“People are bitten when they mistakenly step up on snakes or poke at them,” she said. “If you see a rattlesnake, give it some room. If you give it a wide berth, it will be fine and it usually won’t attack.”
She also advises residents of hilltop communities like Top of the World, Arch Beach Heights and Bluebird Canyon to survey their surroundings before picking items up in areas like the garden or on the pool deck.
“The last thing you want to do is startle a rattlesnake,” she said. “If you find one in your home, call Animal Control and we’ll remove it.”
While rattlesnake venom can be fatal to humans, dogs are the most susceptible to death from an attack, she said, and they are also more likely to approach the snakes.
They’ve already seen three cases this spring.
Hikers should keep their dogs on leashes to avoid potentially hazardous situations.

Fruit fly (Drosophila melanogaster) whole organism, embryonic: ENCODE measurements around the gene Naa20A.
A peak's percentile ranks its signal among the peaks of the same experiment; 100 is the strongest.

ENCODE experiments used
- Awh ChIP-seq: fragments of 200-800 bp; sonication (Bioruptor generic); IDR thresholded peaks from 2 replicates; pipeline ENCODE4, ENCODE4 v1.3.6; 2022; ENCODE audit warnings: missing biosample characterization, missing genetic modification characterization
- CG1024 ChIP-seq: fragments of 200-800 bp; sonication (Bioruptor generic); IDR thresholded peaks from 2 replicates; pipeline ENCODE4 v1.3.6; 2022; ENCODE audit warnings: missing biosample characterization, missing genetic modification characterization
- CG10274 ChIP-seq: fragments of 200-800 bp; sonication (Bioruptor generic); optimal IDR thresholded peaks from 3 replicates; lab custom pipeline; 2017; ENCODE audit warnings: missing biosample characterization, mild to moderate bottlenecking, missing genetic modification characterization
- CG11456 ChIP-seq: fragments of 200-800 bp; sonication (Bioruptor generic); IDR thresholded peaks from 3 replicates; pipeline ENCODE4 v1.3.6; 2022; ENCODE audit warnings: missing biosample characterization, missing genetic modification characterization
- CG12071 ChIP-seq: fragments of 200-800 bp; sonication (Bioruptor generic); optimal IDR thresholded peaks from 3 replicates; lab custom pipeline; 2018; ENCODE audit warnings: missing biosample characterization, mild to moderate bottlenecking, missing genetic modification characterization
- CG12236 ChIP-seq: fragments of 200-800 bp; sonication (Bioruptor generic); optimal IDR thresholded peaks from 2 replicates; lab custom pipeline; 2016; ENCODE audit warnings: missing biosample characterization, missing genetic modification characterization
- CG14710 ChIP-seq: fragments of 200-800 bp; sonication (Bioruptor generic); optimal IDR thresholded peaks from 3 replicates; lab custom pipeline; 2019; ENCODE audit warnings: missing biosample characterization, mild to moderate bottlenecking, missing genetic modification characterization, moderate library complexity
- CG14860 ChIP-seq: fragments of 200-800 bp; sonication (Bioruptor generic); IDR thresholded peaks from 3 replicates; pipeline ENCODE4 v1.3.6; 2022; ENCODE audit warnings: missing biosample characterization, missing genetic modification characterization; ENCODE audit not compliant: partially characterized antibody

If a person is bitten, he or she should immediately remove jewelry and loosen clothing because tissue in the body will swell.
It’s also important, Falk said, to call 911 right away and remain as still as possible until help arrives, to prevent the toxin from moving throughout the body.
“Venom can take off like lightning through your system, and do muscle and tissue damage, so you want to prevent that,” she said.
There is a vaccine that can be given to dogs as a precaution, said Sarah Wilcox, practice manager at Dr. John Hamil's veterinary office in Laguna Beach. The rattlesnake vaccine (Crotalus Atrox Toxoid), consists of small doses of snake venom, and is being offered to dogs at their office. The vaccine requires two shots, one month apart. For more information, call (949) 494-1076